SF’s Hugo Awards

So I am reading through my email when I come accross a book blog from Amazon.com. It’s in the Science Fiction and Famtasy newsletter. Although I know Amazon’s book editorial staff is very on-the-ball about books and Amazon readership, I was still surprised to find a post related to this year’s Hugo Awards, a real big deal to science fiction and fantasy writers and readers. What immediately caught my attention was a reference to the apparent rift between the rather rigorously “hard core” awarders and the rest of the SF&F community. The chasm between the two has become great enough this year, apparently, to leave several award categories without a clear winner. *

Find the post (which contains a link to all award categories) here: Hugo Awards 

My husband is a supporter of “hard” SF, and we are constantly arguing about the meanings of “good science” versus ideas that inspire hard science findings. Although I admit to not being a big fan of the Star Trek type science fiction series, I think that there is a lot of merit to the novels that can reach more of the general population instead of just scientists and mathematicians. For example, Charles Stross’ Laundry Files series may contain mathematical and physics references that don’t mean a great deal to me, at least Stross uses English to explain a lot of the passages that make my eyes water. I figure he gives readers the option of skipping either the scientific/mathematical jargon or the simpler explanations written in plainer terms. Either way, he keeps both the hardliners and the merely interested –well, interested.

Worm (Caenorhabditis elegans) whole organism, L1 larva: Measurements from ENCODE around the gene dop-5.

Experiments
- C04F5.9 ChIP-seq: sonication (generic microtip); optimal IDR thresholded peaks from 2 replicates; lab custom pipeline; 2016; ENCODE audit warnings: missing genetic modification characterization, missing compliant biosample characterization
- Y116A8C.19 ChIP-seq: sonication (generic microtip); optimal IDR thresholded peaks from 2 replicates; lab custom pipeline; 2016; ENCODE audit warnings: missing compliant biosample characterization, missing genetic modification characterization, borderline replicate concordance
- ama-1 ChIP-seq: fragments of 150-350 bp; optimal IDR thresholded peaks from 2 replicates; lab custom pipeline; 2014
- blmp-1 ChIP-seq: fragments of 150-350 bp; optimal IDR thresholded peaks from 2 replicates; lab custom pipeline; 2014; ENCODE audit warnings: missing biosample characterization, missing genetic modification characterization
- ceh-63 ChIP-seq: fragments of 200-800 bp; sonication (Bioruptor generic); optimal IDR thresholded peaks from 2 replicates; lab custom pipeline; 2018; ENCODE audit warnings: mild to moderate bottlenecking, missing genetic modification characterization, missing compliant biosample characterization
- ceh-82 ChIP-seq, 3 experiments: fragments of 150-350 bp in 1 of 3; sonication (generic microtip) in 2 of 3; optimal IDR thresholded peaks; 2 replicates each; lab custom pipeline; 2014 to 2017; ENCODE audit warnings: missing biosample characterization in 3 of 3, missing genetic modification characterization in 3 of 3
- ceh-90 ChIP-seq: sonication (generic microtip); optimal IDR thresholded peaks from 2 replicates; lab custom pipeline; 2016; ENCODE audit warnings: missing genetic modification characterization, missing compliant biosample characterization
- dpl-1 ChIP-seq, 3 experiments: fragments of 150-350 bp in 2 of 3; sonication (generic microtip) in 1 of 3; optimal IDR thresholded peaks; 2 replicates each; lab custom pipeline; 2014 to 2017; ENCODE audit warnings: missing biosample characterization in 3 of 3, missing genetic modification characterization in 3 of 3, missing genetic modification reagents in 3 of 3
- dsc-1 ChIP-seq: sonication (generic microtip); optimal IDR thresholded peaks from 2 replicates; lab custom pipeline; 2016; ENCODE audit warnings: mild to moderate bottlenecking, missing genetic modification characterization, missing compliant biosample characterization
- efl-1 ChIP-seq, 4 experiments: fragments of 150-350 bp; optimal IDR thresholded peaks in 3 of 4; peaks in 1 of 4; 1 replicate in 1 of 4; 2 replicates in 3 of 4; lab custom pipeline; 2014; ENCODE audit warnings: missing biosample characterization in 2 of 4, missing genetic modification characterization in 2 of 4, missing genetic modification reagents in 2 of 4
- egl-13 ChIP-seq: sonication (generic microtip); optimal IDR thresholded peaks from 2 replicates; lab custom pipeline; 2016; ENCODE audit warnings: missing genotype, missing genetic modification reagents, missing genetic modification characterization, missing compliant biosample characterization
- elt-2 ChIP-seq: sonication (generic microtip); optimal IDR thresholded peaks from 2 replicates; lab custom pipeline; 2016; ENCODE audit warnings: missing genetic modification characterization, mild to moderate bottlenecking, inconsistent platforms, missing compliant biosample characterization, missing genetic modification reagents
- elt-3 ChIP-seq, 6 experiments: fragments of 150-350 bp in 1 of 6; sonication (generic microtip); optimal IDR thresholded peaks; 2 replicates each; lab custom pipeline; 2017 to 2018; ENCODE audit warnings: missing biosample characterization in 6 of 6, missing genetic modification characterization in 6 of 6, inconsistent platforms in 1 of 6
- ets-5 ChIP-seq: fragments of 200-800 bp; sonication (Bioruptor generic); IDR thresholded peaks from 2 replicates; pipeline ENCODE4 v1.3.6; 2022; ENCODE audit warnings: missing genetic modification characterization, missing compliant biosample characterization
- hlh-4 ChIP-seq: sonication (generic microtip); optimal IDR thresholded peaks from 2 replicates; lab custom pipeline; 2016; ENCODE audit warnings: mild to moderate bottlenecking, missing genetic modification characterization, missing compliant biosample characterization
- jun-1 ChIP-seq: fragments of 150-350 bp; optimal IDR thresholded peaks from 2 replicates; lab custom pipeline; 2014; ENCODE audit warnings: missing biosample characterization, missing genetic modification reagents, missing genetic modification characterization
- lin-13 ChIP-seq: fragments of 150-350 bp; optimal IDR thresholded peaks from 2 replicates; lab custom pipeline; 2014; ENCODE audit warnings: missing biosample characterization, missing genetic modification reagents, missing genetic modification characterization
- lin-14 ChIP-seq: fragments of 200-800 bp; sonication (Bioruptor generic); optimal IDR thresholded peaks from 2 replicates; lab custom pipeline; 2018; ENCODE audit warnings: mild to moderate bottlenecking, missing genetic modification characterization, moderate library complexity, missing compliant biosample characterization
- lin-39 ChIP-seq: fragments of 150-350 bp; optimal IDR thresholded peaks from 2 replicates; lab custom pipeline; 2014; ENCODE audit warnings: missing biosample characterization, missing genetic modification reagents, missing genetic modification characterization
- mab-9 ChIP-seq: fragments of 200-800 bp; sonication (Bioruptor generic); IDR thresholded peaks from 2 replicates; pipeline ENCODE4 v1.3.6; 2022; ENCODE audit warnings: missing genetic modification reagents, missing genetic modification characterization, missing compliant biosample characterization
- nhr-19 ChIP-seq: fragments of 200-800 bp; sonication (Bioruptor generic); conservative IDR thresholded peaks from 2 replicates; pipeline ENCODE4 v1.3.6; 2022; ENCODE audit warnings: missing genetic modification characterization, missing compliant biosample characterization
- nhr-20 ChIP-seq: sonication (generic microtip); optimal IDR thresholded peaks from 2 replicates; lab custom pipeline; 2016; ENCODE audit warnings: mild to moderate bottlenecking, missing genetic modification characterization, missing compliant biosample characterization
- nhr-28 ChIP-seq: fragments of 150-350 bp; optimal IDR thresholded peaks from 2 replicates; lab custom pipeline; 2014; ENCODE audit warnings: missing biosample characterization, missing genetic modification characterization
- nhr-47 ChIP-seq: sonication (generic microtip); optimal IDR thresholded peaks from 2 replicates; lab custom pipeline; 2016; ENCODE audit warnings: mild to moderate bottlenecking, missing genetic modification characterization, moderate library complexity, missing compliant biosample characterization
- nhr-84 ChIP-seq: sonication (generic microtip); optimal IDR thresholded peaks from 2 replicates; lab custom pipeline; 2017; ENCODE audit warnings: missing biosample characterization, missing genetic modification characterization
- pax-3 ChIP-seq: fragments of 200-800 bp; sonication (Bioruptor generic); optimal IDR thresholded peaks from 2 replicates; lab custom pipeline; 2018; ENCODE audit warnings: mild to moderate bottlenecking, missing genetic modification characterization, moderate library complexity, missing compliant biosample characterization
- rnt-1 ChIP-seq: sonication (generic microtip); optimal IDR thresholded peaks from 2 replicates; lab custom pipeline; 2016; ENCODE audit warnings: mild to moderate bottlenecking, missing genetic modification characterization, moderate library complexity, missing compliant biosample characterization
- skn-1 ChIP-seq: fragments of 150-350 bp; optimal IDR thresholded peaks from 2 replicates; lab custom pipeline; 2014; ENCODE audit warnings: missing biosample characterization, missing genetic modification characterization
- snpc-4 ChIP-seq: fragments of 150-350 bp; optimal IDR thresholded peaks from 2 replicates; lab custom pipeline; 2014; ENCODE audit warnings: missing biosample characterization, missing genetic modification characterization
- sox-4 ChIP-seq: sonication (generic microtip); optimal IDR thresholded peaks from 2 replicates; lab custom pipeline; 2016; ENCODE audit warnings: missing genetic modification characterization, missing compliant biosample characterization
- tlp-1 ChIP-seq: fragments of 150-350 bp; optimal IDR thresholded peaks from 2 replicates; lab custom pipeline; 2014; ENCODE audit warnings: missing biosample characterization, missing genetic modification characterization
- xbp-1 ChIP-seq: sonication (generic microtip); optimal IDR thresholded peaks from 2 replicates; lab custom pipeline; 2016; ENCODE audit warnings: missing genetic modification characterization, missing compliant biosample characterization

Visit the blog from Amazon to see both the nominees and winners (where clear winners emerged).

* Addendum. Apparently, a certain percentage of award (25%!) ballots need to be received for a nominee to qualify as a finalist. That means that, regardless of placement, some categories end up with only one or two qualifying choices. There was apparently enough disagreement among nominates/voters so that no actual majority is achieved in several award categories.


About DrEMiller

Certified Zentangle Teacher (CZT). Home: Sint Maarten. K-12 teacher for 13 years (Special Education for 10 years); Post-secondary educator since 2002; Education consulting since 1995. When teaching, held teaching certificates in K-12 special education, reading specialist; and secondary social studies. Doctorate: Educational Psychology Programmer/analyst for 10 years, including project management and training of corporate execs.
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